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Although this is some technical ground (as I mentioned previously) there are some important notions to keep distinct.

So when thinking about this question (besides the considerations I listed earlier) consider this: is this 'self' just the same things as consciousness?

Many of the comments here I'm reading as a straightforward 'yes' to that question. But things may not be so simple. Though it does seem that the OP's three theories under consideration fall within the ambit of philosophy of mind. This further complicated things as it questions what the mind is and what it means for an entity to have a mind.

So to further complicate things: is having consciousness just having a mind?; is the self just this stream of consciousness, or is it equivalent to an agent's mind? These are all interesting and difficult questions, but it's important to just focus tightly on one of them.

EDIT: It's also worth noting that (again, from a technical point of view) this brain theory you mention is, in fact, closer to what you call memory theory. The reason for this is that they are both compatible with physicalism - whereas soul theory (or dualism) is not.
I don't mean this as a criticism or that you're wrong. Instead, I just intend it as an invitation for us to be a bit clearer about what we're talking about. Plus, it's a nice example of how treacherous this terrain is!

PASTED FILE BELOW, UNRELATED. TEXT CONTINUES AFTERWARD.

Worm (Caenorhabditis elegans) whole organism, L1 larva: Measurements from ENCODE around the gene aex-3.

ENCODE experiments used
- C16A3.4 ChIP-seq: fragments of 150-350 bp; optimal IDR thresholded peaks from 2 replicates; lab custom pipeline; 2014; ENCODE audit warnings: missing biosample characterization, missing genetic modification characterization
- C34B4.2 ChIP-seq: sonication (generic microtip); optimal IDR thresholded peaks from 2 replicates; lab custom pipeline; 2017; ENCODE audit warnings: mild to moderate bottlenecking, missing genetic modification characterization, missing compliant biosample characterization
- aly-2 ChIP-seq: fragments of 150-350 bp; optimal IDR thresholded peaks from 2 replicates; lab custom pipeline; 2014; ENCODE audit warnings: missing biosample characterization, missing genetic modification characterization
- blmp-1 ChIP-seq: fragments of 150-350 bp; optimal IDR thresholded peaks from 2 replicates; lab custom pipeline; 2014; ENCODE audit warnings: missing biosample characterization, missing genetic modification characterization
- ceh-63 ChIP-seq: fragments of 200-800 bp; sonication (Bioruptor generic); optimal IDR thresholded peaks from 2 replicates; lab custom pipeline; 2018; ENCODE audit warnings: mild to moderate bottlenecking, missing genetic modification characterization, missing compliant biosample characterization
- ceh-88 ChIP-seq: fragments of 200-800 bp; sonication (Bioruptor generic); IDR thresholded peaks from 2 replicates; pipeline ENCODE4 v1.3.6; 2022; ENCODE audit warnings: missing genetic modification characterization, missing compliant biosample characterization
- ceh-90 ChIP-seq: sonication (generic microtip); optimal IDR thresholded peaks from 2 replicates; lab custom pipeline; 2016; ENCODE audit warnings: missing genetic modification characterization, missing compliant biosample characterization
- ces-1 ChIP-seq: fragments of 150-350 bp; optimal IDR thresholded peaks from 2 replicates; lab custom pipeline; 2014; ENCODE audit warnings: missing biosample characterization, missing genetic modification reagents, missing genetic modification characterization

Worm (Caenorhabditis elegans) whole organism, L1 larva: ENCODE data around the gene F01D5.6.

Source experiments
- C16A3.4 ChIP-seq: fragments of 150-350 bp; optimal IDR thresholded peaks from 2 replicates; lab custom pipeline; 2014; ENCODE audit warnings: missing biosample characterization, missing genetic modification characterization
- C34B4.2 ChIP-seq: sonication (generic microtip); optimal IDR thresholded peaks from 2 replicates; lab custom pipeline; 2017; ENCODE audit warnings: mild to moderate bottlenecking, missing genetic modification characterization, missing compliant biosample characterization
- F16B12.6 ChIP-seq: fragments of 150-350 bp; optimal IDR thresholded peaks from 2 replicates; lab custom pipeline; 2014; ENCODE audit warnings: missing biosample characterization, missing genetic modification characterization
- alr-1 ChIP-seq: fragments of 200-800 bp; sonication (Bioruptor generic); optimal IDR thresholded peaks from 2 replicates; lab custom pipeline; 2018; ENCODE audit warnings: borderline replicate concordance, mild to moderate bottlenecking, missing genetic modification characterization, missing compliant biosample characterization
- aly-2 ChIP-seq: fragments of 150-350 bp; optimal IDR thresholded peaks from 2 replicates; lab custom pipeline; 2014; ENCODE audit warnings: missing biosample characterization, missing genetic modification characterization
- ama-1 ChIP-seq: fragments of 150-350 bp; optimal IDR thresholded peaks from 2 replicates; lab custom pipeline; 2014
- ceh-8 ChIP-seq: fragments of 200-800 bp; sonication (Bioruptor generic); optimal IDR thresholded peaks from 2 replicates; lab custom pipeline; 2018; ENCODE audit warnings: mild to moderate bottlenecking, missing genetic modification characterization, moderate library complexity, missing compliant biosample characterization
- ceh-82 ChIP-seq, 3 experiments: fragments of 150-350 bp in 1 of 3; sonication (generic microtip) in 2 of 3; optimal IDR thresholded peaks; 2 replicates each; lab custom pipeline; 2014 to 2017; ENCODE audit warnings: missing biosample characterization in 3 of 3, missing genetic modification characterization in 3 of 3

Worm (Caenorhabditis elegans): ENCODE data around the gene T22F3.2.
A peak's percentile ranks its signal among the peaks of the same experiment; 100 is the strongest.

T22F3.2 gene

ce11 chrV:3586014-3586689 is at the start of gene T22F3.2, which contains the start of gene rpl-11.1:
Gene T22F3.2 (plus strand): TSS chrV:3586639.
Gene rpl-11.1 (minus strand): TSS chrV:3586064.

MageGrayWolf
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Maybe a bit of wiki will help pin down some of these ideas.
http://en.wikipedia.org/wiki/Self

So when thinking about this question (besides the considerations I listed earlier) consider this: is this 'self' just the same things as consciousness?


Consciousness would at the very least be a component of it.
HahiHa
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So to further complicate things: is having consciousness just having a mind?; is the self just this stream of consciousness, or is it equivalent to an agent's mind?

Soooo. Now we have different terms: consciousness; mind; self; and maybe also agent. And we have to find out how they are defined and whether they are the same or not?